July 23, 2009
Ms. Elizabeth M. Murphy Secretary
United States Securities and Exchange Commission
100 F Street, NE
Washington, DC 20549-1090
RE: Proposed Amendments to Rule 206(4)-2
Release No. IA-2876
File No. S7-09-09
Dear Ms. Murphy:
Ponder Financial Group appreciates the opportunity to express its views in response to the Securities and Exchange Commission’s (the “Commission”) request for comments on the proposed amendments to Rule 206(4)-2.
As an investment adviser registered with the SEC, under proposed amendments to Rule 206(4)-2,
We would be deemed to have custody solely because we have the authority to deduct advisory fees from our clients’ accounts, all of which are maintained by our independent, qualified custodian. We strongly believe that the portion of the proposed Rule, which would require advisers with this form of custody to undergo an annual surprise audit, is not warranted.
As required by current Rule 206(4)-2, the independent qualified custodian maintaining our clients’ accounts delivers account statements, on at least a quarterly basis, directly to clients, identifying the amount of funds and securities at the end of the period as well as all activity in our clients’ accounts. As a result, our clients receive comprehensive account information directly from the qualified custodian and are thus able to monitor the activity in their accounts. Furthermore, our clients agree, in writing, that our advisory fees will be deducted directly from their advisory accounts. Accordingly, the safekeeping measures currently required by Rule 206(4)-2 provide my/our clients with the ability to sufficiently identify and detect erroneous or fraudulent activity.
Based on the Commission's estimates, we would be subject to the surprise examination requirement and we would pay an accounting fee, on average, of $8,100 Such an expense would financially impair our operations. This burdensome expense seems particularly difficult to justify when the surprise examination is directed primarily at verifying client funds and securities. That verification of client funds and securities is unnecessary when there is an independent qualified custodian and will do nothing to address the Commission's central concern: whether we have improperly withdrawn amounts in excess of our stated fees.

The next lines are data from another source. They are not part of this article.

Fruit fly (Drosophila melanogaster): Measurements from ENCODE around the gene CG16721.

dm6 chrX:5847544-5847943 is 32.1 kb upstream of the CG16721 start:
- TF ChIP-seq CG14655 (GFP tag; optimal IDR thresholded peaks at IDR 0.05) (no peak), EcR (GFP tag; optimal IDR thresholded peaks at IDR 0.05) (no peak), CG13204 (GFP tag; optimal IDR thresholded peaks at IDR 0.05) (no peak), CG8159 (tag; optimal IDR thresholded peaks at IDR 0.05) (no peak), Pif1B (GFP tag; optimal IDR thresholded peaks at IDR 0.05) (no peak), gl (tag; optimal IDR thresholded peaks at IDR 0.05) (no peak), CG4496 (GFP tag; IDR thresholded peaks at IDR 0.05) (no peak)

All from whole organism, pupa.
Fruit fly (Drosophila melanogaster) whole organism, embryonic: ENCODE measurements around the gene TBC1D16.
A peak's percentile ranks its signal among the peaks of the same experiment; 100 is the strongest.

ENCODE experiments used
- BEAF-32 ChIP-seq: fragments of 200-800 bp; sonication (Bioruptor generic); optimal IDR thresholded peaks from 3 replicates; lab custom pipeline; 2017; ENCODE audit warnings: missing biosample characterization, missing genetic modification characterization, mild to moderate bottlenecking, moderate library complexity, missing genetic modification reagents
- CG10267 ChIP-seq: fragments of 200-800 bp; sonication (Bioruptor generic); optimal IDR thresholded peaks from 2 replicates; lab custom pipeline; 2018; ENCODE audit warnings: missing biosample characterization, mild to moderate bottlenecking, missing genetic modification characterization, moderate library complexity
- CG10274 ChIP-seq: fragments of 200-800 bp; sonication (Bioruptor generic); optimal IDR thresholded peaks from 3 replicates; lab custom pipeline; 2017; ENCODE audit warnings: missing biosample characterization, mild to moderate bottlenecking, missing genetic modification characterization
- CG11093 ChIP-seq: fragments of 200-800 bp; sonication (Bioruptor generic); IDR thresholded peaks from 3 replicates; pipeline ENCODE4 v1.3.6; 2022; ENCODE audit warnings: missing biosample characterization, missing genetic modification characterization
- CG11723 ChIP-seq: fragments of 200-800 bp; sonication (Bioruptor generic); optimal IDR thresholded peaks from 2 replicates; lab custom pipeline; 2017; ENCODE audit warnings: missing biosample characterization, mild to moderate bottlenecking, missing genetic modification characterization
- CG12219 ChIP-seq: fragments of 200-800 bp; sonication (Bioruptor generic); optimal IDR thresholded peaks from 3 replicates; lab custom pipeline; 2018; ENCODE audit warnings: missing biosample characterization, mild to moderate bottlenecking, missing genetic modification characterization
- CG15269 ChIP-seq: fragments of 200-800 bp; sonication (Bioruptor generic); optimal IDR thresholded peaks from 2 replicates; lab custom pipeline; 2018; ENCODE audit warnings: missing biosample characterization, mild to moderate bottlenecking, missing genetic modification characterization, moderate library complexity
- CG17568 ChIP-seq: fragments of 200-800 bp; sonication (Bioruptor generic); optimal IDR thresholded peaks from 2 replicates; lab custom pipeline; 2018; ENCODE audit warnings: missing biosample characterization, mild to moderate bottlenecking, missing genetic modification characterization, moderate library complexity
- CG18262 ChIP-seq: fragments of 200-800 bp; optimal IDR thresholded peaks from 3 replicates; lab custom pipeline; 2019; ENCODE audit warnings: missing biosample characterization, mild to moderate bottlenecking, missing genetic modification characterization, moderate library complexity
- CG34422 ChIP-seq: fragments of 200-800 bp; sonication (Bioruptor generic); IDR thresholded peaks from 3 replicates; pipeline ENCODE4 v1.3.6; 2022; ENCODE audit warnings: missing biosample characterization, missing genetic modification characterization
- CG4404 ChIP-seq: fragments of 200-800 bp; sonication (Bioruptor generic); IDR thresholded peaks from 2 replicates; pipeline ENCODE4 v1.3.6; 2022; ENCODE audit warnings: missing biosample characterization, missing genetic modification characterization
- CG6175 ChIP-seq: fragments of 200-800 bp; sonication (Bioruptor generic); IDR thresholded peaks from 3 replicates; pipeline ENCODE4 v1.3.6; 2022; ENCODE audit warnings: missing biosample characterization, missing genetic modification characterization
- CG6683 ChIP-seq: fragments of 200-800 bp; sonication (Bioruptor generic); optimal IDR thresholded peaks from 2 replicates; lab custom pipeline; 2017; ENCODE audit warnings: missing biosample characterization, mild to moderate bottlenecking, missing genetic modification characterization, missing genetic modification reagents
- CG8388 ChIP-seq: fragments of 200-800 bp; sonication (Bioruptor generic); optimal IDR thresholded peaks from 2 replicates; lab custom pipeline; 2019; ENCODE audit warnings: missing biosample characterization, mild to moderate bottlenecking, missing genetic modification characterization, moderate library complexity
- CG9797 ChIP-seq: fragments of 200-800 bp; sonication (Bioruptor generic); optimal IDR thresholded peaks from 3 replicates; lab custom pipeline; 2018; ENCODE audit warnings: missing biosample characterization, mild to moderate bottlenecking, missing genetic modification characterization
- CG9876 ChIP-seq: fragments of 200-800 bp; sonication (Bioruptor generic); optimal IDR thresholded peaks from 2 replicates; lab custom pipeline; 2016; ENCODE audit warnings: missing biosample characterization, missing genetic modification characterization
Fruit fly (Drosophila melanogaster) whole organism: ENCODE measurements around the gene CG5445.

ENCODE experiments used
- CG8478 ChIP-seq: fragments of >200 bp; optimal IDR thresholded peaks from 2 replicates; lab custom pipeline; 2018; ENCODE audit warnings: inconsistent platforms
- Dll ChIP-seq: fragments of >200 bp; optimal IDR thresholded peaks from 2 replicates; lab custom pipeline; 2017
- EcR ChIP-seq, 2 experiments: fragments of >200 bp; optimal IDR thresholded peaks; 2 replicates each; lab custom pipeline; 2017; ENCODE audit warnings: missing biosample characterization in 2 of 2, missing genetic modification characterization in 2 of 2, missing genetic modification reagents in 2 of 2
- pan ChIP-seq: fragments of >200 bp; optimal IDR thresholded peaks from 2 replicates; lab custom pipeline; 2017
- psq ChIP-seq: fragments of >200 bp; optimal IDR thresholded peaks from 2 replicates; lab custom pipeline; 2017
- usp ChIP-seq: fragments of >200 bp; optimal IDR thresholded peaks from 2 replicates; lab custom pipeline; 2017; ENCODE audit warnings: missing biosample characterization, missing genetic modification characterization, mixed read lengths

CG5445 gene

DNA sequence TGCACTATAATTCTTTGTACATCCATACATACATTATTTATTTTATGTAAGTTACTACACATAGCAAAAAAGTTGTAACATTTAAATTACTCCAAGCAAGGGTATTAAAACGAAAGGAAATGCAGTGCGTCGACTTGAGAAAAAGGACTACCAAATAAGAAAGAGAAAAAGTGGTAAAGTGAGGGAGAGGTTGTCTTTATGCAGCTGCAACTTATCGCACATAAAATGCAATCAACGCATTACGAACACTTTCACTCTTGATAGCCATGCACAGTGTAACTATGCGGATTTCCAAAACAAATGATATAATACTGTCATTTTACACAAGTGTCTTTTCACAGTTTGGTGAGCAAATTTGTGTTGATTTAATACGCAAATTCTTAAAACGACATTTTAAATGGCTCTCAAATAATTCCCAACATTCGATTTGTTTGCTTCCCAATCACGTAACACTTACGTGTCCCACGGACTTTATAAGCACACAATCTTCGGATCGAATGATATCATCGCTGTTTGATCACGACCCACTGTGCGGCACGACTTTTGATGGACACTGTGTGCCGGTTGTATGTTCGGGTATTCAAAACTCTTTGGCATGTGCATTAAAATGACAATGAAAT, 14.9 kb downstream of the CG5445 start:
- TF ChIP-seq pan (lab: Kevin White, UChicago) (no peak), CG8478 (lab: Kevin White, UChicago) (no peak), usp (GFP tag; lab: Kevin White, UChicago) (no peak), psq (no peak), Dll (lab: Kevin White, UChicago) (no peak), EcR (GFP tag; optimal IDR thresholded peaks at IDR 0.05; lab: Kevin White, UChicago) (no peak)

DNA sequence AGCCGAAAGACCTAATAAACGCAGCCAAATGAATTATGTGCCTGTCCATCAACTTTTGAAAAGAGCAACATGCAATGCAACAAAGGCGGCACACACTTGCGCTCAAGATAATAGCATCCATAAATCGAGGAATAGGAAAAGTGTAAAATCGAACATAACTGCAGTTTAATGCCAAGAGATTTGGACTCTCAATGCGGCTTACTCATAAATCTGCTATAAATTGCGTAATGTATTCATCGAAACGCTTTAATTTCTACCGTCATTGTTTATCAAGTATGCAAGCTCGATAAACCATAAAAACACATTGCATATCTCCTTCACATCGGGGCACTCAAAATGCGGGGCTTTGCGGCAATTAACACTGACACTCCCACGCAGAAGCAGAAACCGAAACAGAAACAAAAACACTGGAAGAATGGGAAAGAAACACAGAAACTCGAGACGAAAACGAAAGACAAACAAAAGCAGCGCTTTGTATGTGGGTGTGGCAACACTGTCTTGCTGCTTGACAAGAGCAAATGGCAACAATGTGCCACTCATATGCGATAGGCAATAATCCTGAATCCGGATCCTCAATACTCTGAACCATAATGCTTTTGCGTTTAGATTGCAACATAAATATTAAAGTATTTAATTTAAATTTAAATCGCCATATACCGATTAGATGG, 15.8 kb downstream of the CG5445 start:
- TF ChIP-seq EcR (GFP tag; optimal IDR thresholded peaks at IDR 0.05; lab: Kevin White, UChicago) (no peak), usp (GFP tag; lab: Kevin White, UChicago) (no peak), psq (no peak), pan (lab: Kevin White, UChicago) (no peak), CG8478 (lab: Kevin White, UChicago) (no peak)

In addition, as we imagine would be the case with other advisers, in the event we were unable to absorb and/or pass on the costs associated with an annual surprise audit, we would be forced to eliminate the direct debit of fees and instead require clients to pay our advisory fees directly. This would require a complete revamping of operations and our accounts receivable process and would increase overhead costs. More importantly, in many cases, such a change in billing practices would confuse clients and require them to reorganize their banking arrangements, thereby adversely affecting our clients.
Given that the existing safeguards in place are adequate for firms in our situation, and considering the adverse effects of a mandatory surprise audit on us as well as clients, we respectfully request that the SEC leave current Rule 206(4)-2 intact and unchanged with respect to advisors who have custody solely because they have the authority to deduct advisory fees from client accounts.
We thank the Commission for the opportunity to comment on this matter.
R. Scott Ponder, MBA, CFP
President, Ponder Financial Group
Associated Securities Corp.